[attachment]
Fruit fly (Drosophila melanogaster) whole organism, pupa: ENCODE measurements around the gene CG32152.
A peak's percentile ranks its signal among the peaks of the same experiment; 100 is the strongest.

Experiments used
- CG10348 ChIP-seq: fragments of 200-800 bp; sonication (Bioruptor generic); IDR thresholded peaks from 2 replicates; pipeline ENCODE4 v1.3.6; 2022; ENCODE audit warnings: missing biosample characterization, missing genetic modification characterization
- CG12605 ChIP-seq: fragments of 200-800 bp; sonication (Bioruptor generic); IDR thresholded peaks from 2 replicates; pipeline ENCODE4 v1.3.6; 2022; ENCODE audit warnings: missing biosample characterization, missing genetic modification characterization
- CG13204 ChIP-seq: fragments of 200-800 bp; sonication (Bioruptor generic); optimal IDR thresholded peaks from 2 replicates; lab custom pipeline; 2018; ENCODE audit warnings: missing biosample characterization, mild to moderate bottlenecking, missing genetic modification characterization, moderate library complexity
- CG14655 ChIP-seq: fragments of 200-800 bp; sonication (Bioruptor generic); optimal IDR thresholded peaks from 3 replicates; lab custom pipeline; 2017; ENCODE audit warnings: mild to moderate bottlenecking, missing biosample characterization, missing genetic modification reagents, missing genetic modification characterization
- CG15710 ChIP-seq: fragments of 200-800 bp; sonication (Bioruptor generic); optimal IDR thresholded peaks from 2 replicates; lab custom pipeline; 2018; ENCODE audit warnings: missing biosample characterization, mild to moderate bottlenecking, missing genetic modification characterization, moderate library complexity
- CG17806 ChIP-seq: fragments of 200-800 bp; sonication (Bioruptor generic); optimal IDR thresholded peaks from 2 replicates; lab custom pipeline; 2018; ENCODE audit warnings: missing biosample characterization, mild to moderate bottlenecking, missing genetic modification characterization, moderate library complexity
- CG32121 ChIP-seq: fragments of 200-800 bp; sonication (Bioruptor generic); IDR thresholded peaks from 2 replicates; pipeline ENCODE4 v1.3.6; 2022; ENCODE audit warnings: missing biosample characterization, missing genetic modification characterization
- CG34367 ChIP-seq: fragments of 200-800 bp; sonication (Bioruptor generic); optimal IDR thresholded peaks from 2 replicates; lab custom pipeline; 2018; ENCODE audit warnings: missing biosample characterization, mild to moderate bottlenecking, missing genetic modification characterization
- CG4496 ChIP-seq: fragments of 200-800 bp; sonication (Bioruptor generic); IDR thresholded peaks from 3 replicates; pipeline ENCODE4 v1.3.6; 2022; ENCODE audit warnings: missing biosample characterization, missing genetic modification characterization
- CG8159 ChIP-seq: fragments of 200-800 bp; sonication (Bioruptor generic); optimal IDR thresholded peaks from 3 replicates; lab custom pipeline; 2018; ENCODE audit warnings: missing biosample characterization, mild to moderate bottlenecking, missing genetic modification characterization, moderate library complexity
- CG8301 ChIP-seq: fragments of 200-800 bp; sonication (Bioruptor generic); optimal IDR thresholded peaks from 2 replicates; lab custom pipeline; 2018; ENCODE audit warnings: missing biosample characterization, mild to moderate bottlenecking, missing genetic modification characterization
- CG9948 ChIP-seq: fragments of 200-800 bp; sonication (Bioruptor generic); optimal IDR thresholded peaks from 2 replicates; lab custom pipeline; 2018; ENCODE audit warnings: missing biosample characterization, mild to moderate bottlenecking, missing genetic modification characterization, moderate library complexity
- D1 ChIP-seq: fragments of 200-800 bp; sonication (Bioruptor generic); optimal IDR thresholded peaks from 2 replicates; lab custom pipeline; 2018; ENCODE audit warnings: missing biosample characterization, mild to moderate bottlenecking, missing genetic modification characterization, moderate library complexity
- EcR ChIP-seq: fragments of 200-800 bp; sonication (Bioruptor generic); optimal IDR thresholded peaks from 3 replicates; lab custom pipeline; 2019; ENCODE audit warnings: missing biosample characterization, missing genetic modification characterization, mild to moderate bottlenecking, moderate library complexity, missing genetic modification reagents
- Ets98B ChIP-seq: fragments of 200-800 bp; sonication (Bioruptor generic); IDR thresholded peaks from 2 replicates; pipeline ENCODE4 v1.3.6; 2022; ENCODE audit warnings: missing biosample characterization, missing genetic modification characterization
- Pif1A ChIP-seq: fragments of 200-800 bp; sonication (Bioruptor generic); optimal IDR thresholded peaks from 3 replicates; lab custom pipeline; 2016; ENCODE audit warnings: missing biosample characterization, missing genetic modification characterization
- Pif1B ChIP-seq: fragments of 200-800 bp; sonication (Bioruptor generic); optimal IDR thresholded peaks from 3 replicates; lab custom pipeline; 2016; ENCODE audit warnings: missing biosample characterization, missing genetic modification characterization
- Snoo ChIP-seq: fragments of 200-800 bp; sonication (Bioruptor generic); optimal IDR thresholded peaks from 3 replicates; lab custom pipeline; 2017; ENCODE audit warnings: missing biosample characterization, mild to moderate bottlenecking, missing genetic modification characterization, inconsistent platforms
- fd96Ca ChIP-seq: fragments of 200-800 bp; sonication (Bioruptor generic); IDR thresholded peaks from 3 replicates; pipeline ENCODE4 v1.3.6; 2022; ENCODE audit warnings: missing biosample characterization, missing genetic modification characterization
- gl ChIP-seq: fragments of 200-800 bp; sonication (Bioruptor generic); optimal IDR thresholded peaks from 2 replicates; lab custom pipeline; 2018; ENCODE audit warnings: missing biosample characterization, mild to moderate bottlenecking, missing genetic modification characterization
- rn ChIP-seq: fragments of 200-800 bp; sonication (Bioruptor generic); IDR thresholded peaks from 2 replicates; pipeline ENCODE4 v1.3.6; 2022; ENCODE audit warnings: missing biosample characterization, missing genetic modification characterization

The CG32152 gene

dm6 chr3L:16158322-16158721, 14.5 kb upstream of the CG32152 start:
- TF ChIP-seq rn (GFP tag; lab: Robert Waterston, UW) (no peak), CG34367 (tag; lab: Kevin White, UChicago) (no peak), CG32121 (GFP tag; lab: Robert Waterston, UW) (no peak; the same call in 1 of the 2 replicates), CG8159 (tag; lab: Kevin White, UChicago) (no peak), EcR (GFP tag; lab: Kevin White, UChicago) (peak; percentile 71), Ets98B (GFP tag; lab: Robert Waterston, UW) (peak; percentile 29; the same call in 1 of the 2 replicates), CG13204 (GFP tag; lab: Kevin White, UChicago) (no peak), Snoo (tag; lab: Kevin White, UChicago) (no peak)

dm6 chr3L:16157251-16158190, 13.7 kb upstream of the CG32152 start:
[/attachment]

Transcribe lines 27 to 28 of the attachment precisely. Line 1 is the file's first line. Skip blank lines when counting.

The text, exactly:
- TF ChIP-seq rn (GFP tag; lab: Robert Waterston, UW) (no peak), CG34367 (tag; lab: Kevin White, UChicago) (no peak), CG32121 (GFP tag; lab: Robert Waterston, UW) (no peak; the same call in 1 of the 2 replicates), CG8159 (tag; lab: Kevin White, UChicago) (no peak), EcR (GFP tag; lab: Kevin White, UChicago) (peak; percentile 71), Ets98B (GFP tag; lab: Robert Waterston, UW) (peak; percentile 29; the same call in 1 of the 2 replicates), CG13204 (GFP tag; lab: Kevin White, UChicago) (no peak), Snoo (tag; lab: Kevin White, UChicago) (no peak)

dm6 chr3L:16157251-16158190, 13.7 kb upstream of the CG32152 start: